Saturday, June 12, 2004

Bad advice

At the West Linn High School graduation last evening, the unpublished theme was "risk-taking": "Follow your dreams"; "The only thing you'll regret is not taking chances"; "Don't pay any attention to what the naysayers say."

Even the school board chair, Tom Bruggere, talking about his 40th reunion with the Berkely, Calif., High School Class of 1963, took up the meme. After a toss-off line about classmates who ruined their lives in Haight-Ashbury, he said that everyone was there (at the reunion), and the only thing anyone regretted was the risk not taken.

The dozen valedictorians, along with the various teachers and administrators, gave examples of good risks--going to college, moving from Ohio to Oregon, sky-diving, joining the Peace Corps--but they spoke before hundreds of high-school seniors, many of whom are already participating in high-risk behaviors. Even in an upper-middle-class school district like West Linn (or maybe especially in an upper-middle-class school district like West Linn), drug and alcohol abuse are rampant, as are sexually transmitted diseases, along with young drivers' reckless habits. These students already ignore the tiresome naysayers (the ones who still have the courage to say, "Nay") who tell them to stay straight and sober, get more education, learn delayed gratification.

No one mentioned delayed gratification throughout the whole evening, nor even a passing obervation that the value of risk taking depends on what's being risked and the possible rewards. No, the consensus was that risk is an objective good, no further analysis needed.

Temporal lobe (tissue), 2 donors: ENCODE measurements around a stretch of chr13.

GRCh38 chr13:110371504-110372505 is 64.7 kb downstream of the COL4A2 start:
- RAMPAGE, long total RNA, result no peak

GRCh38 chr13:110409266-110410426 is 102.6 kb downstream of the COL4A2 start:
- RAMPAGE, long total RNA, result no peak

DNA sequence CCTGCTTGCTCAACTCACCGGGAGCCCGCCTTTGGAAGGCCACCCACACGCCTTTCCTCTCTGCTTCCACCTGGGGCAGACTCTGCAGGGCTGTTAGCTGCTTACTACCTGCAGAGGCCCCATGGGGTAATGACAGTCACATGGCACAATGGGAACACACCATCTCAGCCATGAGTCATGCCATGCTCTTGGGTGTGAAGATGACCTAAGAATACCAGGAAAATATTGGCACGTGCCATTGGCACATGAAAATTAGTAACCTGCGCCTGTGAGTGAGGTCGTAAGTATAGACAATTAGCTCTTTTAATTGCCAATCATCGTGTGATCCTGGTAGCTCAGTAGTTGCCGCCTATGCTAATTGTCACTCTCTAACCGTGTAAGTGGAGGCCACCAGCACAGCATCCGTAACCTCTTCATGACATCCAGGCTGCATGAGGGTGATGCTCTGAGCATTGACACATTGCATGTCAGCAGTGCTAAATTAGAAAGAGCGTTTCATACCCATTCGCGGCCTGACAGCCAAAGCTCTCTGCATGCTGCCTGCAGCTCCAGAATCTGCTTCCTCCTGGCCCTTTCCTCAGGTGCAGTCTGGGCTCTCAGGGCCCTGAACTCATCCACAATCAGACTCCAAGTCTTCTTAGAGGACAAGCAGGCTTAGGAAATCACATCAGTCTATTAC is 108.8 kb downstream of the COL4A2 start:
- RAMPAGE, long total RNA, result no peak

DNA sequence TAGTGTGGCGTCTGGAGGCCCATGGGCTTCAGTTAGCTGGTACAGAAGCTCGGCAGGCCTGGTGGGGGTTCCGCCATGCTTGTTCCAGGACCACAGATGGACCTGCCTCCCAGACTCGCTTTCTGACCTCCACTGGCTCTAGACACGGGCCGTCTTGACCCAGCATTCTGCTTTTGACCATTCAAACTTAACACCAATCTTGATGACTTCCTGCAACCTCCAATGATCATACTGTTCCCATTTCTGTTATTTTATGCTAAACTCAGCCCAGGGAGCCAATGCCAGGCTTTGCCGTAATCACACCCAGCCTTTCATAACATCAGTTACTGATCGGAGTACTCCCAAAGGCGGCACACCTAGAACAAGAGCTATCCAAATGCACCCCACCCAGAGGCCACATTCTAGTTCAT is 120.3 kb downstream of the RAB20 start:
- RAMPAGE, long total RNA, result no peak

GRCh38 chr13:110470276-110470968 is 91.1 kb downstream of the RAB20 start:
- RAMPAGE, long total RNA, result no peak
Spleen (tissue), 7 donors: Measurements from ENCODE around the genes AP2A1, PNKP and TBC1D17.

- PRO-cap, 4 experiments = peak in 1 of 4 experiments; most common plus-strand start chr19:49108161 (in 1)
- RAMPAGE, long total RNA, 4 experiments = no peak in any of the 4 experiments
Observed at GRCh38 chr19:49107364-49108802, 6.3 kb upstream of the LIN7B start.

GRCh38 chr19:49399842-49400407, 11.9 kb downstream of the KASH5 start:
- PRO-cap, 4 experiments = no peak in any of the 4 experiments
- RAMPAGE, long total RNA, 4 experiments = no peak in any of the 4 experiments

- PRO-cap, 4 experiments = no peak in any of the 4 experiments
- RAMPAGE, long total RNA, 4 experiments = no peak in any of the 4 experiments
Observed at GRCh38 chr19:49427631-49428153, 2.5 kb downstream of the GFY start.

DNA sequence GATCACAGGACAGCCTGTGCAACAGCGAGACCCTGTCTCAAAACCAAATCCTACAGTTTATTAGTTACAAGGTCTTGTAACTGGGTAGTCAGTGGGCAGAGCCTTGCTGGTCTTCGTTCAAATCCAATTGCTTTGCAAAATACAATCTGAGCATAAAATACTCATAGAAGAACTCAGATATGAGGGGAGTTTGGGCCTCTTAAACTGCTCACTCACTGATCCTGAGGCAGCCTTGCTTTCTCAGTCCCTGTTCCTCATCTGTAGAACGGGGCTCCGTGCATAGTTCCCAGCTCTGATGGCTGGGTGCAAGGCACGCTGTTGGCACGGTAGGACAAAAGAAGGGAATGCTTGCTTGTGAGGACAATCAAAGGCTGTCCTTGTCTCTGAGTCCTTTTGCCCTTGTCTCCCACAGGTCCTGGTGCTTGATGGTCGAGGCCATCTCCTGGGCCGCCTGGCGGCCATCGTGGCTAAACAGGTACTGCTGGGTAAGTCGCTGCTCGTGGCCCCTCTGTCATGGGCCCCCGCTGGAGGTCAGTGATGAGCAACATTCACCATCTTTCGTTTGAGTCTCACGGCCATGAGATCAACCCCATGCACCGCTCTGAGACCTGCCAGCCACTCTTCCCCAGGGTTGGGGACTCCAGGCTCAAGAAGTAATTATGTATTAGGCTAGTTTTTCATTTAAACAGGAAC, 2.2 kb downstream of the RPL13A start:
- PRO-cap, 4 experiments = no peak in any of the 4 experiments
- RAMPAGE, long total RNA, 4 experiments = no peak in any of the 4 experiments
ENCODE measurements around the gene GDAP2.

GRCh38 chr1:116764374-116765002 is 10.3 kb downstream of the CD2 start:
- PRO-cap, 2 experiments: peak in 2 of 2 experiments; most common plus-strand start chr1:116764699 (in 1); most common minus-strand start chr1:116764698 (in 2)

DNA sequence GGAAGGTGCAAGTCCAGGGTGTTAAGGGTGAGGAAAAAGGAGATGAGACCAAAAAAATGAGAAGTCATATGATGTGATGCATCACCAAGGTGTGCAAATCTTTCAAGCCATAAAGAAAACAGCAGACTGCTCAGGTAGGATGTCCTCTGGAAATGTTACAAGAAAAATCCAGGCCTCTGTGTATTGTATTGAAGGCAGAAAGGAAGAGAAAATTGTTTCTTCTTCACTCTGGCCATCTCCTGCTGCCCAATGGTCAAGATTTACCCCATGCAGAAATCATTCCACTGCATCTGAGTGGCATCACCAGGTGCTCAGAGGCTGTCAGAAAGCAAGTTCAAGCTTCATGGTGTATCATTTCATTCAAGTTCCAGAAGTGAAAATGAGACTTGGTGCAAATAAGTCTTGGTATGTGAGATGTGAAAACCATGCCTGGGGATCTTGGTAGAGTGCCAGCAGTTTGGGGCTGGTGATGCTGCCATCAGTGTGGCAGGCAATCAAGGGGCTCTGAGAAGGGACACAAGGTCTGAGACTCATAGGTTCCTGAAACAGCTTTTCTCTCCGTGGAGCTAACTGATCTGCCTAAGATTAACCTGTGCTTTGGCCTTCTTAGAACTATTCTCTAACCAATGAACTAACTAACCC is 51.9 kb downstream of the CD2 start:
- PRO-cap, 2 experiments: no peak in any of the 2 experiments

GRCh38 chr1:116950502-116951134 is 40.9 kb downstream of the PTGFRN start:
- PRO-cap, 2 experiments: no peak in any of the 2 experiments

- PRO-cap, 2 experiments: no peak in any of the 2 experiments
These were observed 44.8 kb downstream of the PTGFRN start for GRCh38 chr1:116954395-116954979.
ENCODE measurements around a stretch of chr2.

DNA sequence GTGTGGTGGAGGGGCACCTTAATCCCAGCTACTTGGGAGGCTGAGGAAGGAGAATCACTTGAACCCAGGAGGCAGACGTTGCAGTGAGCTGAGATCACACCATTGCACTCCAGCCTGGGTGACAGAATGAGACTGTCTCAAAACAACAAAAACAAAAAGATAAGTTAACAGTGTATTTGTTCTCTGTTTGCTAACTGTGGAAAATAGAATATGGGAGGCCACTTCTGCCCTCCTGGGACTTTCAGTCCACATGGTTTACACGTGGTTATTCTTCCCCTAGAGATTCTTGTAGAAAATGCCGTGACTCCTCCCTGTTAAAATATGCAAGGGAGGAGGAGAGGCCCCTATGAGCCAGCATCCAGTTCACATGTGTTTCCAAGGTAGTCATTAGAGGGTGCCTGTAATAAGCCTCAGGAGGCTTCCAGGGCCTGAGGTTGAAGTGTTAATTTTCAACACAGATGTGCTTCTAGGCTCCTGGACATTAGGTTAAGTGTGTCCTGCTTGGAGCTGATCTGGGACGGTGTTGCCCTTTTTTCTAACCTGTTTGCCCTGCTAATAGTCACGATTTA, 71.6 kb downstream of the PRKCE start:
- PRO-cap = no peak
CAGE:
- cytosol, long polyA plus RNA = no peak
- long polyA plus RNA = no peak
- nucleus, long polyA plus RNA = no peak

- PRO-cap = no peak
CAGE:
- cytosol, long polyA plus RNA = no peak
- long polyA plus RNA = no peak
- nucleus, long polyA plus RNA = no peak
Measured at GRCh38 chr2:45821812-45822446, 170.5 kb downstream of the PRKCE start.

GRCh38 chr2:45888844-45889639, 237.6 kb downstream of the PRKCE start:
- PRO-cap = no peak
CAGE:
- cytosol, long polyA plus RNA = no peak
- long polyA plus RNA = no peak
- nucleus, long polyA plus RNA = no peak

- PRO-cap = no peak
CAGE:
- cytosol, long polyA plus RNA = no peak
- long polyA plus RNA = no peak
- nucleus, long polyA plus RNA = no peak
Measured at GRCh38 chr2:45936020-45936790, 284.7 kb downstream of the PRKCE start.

I'm sure that Bruggere was not accurate when he said everyone was at his 40th high-school reunion; I wish he had mentioned what happened to the ones who ruined their lives at Haight Ashbury. And the view that his classmates regretted not taking more chances tells more about their dissatisfaction with their own lives than about the value of risk for high-school seniors, because it's impossible to know what the outcome of an untaken action would have been.

Probably most of the kids in their green robes and flat hats were too excited to hear the speeches anyway. But I wish that someone had the courage to lead, to inspire, to push toward greatness, rather than just to advise the kids to "follow their dreams" and then turn to the next class.

UPDATE: Here is the commencement address I wish someone had given. It may be what they meant, but were too careless with words to say (which is understandable in high-school kids, even a dozen valedictorians, but I wish there were more to administrators. Oh well.)

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